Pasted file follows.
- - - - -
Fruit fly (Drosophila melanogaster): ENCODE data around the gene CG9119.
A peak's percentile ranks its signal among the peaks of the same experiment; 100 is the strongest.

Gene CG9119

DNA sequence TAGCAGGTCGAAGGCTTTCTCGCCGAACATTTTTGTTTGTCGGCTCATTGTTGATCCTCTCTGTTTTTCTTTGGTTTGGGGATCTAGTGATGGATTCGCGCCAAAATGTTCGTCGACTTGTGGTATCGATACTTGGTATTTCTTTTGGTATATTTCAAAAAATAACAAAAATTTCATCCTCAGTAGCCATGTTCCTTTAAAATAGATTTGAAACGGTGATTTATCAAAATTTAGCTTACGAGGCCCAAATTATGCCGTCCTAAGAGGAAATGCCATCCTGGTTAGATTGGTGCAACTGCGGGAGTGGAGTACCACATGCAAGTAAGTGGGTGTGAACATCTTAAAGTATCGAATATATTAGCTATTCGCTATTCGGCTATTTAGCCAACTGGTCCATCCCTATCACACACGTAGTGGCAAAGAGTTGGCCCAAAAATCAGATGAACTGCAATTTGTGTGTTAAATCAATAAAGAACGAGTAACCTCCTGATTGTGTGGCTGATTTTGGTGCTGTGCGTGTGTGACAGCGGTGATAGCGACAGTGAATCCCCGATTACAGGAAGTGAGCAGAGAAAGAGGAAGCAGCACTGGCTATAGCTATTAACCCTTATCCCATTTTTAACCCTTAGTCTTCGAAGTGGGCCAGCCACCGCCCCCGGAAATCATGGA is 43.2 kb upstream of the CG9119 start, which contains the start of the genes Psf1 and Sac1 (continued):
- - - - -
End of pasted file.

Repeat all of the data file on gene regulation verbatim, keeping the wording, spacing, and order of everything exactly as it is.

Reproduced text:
Fruit fly (Drosophila melanogaster): ENCODE data around the gene CG9119.
A peak's percentile ranks its signal among the peaks of the same experiment; 100 is the strongest.

Gene CG9119

DNA sequence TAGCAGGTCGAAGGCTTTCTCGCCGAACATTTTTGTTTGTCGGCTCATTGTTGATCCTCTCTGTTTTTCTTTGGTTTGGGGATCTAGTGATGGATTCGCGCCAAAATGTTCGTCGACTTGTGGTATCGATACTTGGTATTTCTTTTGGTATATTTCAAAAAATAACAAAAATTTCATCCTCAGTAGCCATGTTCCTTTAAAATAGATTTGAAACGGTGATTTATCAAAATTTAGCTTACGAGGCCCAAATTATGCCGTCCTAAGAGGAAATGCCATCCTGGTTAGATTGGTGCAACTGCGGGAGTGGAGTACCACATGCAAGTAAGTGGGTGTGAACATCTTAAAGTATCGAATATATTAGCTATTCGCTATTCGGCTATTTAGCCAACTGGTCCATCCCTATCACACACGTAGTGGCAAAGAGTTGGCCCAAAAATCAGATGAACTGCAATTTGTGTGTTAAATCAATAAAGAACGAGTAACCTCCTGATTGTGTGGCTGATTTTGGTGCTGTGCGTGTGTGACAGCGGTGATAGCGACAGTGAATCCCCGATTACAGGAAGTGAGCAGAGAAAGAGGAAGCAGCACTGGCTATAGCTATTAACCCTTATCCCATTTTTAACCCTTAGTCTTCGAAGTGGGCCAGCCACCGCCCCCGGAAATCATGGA is 43.2 kb upstream of the CG9119 start, which contains the start of the genes Psf1 and Sac1 (continued):